(Reuters) - Nearly $100 million in federal anti-poverty funds for Mississippi were misspent to enrich local officials, along with a family of professional wrestlers and a firm owned by Hall of Fame quarterback Brett Favre, the state auditor has alleged.
A review of how the Mississippi Department of Human Services (MDHS) spent the money showed stunning levels of corruption that could endanger future federal funding for anti-poverty programs in one of the poorest states in the United States, state auditor Shad White said.
"You see a pretty grotesque example of misspending of taxpayer dollars," White told reporters at a news conference, when the audit was released on Monday.
Among the accusations is that Favre Enterprises, the small consulting firm of former NFL quarterback Favre, took in $1.1 million in money that should have been used for poverty programs, but instead was paid for speaking engagements that Favre never carried out.
Calls to Favre Enterprises went unanswered and there was no response to requests for comment sent to Favre's longtime agent Bus Cook.
White said it was possible people and entities contracted and paid with the federal funds may not have known they were legally earmarked for anti-poverty work.
The audit comes after the arrest in February of John White, the former head of MDHS, along with five others allegedly involved in the scheme. White and the others arrested have all pleaded innocent.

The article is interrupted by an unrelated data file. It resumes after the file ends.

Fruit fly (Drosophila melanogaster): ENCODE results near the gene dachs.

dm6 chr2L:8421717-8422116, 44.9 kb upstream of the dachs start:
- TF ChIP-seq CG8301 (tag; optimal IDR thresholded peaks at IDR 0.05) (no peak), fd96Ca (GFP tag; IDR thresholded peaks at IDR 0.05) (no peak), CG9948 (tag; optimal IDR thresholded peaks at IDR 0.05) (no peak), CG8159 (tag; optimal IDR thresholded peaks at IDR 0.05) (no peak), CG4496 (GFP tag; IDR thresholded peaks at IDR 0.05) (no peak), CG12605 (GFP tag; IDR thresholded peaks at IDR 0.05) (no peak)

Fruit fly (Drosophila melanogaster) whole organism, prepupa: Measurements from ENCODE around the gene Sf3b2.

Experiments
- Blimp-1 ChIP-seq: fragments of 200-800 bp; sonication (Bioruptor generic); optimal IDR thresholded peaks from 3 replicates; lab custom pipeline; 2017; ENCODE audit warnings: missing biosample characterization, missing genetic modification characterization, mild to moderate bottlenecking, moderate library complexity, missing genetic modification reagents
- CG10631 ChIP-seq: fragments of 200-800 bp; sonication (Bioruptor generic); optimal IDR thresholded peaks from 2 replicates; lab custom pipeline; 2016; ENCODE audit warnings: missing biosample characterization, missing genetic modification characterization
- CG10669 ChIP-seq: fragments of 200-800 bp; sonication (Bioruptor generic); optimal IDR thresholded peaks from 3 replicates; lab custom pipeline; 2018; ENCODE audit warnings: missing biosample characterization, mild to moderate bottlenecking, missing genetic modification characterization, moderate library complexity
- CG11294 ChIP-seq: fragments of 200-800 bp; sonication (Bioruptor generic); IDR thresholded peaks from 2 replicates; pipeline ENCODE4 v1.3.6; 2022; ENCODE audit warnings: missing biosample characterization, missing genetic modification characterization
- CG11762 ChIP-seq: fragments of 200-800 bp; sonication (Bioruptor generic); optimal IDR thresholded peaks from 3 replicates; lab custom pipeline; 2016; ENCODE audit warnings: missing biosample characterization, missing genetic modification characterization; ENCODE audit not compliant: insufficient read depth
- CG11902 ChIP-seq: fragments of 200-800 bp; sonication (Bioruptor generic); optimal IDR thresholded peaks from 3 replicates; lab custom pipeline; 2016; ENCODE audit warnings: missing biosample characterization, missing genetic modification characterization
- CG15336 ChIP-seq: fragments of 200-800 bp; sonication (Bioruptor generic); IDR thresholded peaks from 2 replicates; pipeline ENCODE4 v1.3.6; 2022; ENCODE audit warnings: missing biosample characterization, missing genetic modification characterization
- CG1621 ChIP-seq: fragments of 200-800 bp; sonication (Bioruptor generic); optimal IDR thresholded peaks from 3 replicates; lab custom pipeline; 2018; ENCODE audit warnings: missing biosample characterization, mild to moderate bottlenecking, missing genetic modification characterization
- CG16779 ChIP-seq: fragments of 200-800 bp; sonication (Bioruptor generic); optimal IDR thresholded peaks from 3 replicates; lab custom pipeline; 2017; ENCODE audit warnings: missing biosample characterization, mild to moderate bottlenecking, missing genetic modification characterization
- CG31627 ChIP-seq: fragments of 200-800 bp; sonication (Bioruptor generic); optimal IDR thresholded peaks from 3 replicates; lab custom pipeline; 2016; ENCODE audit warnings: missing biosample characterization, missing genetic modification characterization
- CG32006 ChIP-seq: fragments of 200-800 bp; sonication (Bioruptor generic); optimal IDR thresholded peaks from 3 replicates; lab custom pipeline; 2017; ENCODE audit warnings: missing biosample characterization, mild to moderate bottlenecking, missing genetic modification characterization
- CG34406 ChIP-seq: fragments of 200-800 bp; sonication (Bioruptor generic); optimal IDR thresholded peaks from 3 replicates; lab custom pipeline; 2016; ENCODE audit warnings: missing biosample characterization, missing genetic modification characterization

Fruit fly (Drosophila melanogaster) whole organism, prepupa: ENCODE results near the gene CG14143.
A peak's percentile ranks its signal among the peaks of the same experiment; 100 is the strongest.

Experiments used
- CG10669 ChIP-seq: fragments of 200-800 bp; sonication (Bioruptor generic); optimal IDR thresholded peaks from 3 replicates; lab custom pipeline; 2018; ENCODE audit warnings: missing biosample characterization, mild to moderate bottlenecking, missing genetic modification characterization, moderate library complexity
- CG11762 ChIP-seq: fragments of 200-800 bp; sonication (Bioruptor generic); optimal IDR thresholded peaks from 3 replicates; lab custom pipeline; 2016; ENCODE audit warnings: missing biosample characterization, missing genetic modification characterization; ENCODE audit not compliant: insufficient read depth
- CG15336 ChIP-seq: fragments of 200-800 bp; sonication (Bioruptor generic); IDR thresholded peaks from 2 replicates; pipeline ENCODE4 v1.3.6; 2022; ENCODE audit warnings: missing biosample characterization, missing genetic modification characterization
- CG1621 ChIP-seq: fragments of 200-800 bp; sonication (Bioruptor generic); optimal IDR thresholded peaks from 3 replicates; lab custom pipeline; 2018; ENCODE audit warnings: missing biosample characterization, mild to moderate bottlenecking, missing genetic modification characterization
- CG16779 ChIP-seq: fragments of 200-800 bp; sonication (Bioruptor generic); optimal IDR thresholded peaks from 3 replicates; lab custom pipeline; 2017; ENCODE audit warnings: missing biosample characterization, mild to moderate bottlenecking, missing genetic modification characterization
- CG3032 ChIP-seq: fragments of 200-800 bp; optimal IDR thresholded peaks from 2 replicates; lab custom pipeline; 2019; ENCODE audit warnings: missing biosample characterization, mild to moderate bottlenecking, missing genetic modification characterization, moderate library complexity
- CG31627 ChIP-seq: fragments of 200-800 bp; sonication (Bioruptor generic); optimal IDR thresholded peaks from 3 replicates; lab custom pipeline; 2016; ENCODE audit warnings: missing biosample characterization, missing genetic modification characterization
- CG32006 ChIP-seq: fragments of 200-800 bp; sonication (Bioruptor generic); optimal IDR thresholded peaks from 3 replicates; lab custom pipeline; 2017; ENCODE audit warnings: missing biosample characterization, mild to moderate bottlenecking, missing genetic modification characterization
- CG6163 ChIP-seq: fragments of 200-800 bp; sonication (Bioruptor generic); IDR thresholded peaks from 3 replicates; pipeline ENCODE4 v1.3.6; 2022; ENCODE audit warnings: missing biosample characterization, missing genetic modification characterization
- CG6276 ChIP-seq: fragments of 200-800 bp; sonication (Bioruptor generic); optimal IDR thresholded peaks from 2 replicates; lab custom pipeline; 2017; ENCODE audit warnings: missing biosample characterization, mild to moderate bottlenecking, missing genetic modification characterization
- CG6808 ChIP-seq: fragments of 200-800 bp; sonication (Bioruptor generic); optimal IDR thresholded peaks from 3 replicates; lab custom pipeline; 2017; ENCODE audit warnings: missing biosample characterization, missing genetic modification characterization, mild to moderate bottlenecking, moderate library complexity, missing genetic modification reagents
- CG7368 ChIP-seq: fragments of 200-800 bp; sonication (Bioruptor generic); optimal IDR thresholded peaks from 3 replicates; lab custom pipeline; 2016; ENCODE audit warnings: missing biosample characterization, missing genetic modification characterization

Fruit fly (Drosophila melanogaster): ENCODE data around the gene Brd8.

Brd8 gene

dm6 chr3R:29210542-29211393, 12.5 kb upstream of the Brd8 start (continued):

The audit found $94 million in questionable spending and it will now be up to the federal government to determine if the money was spent illegally, White said.
The audit shows that two non-profits - the Mississippi Community Education Center and the Family Resource Center of North Mississippi - were the recipients of most of the $94 million it alleges was misspent.
Neither responded to emailed and phoned requests for comment.
Family members of those working at the non-profits were paid lump sums for work that was never detailed - nor carried out, according to the audit .
Much of the money went to a family of professional wrestlers with Mississippi ties, the auditor's office said. Former wrestler Ted Dibiase - who performed as "The Million Dollar Man" - and two of his sons were paid for work that was not performed and for programs that did not help the needy, it said.
Money was also spent on religious concerts and for donations to organizations not tied to anti-poverty work, including the Mississippi Highway Patrol, the American Heart Association and various beauty pageants.
Requests for comment sent to DiBiase's personal website and to his Heart of David Ministry were not returned.
(Reporting by Brad Brooks in Austin, Texas; editing by Bill Tarrant and Tom Brown)